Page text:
Pepco files notice of construction for first phase of Capital Grid Project in Washington, D.C.

Exelon’s (NYSE:EXC) Potomac Electric Power Company (Pepco) on May 10 filed with the Public Service Commission (PSC) of the District of Columbia the formal notice of construction of the Capital Grid Project.

The project is a positive investment in the capital area that would include building new underground transmission lines, upgrading existing Pepco substations, and eventually building a new substation, the company said. Together, that construction would make the entire capital area power system more flexible, reliable, resilient, efficient, as well as more effective in responding to unforeseen events, according to the company.

Before construction can begin, Pepco must receive approval from the PSC. Pepco added that it is submitting the project to the PSC as two notice of construction (NOC) filings. The May 10 filing is the first NOC filing (representing the first phase of the Capital Grid Project), which includes construction of transmission lines from the Takoma substation to the Champlain substation, as well as upgrades to aging infrastructure.

Specifically, Pepco added, the first NOC filing consists of:

  • Construction of two 230-kV underground circuits from the Takoma substation to the rebuilt Harvard substation (the preferred route is 3.81 miles), and from the rebuilt Harvard substation to the rebuilt Champlain substation (the preferred route is 1.27 miles)
  • Demolition, site preparation, and substation construction for the rebuilt Harvard substation
  • Demolition, site preparation, and substation construction for the rebuilt Champlain substation

The proposed date for construction to begin is:

  • March 2018 for the underground transmission portion
  • June 2019 – Harvard: demolition, site preparation, and construction
  • December 2022 – Champlain: demolition, site preparation, and construction

Pepco said that the second NOC filing – which will likely be filed in early 2018 – will include the work from the rebuilt Champlain substation to the Waterfront substation and will primarily address load-driven needs in Mt. Vernon Triangle, as well as its surrounding neighborhoods. The company said that the second NOC filing will consist of:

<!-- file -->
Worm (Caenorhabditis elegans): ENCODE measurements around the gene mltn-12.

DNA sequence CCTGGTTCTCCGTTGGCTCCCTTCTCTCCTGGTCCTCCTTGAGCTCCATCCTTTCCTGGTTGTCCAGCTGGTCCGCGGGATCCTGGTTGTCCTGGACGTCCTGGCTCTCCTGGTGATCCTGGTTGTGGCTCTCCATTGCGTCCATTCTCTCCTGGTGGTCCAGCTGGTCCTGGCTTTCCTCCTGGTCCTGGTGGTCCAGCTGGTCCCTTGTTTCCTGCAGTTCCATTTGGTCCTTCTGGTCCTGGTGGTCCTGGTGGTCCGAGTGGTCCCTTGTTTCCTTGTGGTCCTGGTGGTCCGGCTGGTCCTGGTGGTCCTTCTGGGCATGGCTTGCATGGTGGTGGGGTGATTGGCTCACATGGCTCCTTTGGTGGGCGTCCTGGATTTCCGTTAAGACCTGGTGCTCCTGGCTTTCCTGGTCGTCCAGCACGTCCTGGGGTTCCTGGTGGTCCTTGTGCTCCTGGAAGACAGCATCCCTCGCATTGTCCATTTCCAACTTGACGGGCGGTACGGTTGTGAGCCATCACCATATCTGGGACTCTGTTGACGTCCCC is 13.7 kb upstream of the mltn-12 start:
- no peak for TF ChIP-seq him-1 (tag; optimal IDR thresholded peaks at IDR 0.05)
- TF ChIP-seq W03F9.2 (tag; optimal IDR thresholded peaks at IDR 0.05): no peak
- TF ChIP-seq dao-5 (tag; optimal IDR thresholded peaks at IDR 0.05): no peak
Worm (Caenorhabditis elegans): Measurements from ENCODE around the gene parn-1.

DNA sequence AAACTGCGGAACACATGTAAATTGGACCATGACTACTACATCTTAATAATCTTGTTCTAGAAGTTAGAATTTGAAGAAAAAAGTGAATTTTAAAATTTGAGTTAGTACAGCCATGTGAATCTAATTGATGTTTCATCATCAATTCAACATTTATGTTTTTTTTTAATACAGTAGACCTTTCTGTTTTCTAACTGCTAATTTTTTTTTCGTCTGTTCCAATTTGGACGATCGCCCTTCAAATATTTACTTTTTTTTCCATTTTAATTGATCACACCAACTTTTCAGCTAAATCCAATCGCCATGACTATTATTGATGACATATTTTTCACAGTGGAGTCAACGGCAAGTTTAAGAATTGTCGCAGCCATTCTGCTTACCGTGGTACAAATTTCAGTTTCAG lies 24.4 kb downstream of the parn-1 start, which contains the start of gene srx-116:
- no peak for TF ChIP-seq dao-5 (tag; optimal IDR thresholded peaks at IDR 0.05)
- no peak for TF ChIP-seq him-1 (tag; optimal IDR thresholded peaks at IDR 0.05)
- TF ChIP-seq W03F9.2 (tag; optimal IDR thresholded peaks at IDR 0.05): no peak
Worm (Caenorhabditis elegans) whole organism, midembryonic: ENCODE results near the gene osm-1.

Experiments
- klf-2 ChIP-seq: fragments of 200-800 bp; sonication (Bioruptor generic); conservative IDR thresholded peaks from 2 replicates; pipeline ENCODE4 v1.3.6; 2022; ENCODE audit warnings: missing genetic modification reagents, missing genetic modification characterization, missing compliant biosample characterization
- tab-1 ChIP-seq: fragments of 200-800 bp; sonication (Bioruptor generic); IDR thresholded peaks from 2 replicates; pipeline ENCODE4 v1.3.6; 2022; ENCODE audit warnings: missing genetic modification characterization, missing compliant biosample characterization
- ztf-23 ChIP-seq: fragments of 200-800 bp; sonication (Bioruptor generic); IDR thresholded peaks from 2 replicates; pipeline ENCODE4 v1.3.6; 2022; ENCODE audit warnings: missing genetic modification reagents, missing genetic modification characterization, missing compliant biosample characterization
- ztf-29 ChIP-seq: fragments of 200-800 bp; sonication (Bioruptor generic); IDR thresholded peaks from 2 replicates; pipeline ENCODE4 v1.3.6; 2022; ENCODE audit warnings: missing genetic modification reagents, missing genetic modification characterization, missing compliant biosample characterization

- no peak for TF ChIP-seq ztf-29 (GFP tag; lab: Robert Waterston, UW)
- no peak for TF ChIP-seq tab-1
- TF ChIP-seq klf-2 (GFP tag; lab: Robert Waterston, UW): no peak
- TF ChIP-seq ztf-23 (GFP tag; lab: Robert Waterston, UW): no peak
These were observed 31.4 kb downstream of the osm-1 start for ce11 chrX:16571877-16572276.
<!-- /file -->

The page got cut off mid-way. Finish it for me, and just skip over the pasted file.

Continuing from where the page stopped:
• Construction of two 230-kV underground circuits from the Champlain substation to a new Mt. Vernon substation (the preferred route is 2.4 miles), and from the new Mt. Vernon substation to the Waterfront substation (the preferred route is 2.9 miles)
  • Site preparation and substation construction for the new Mt. Vernon substation

Pepco said that it will file the second NOC separately so that it can continue to assess the impact of distributed energy resources (DERs) on the timing of the construction of the new Mt. Vernon substation.

Further discussing the need for the Capital Grid Project, Pepco said that 1,300 MW of generation that used to provide a “backup” supply, or redundancy, within the Capital area, and specifically in the District, no longer exists. Even with the contribution of customer generation in the District, almost all of the electricity that serves the District is sourced from outside of its borders and must be supplied through four transmission corridors that terminate in the areas that they serve, creating a radial system, Pepco said.

While the radial lines are adequate in their current configuration to provide service to the area under normal circumstances, should any of the transmission corridors suffer an outage, the radial configuration and the lack of backup supply creates the risk of extended outages to large portions of the District, Pepco said.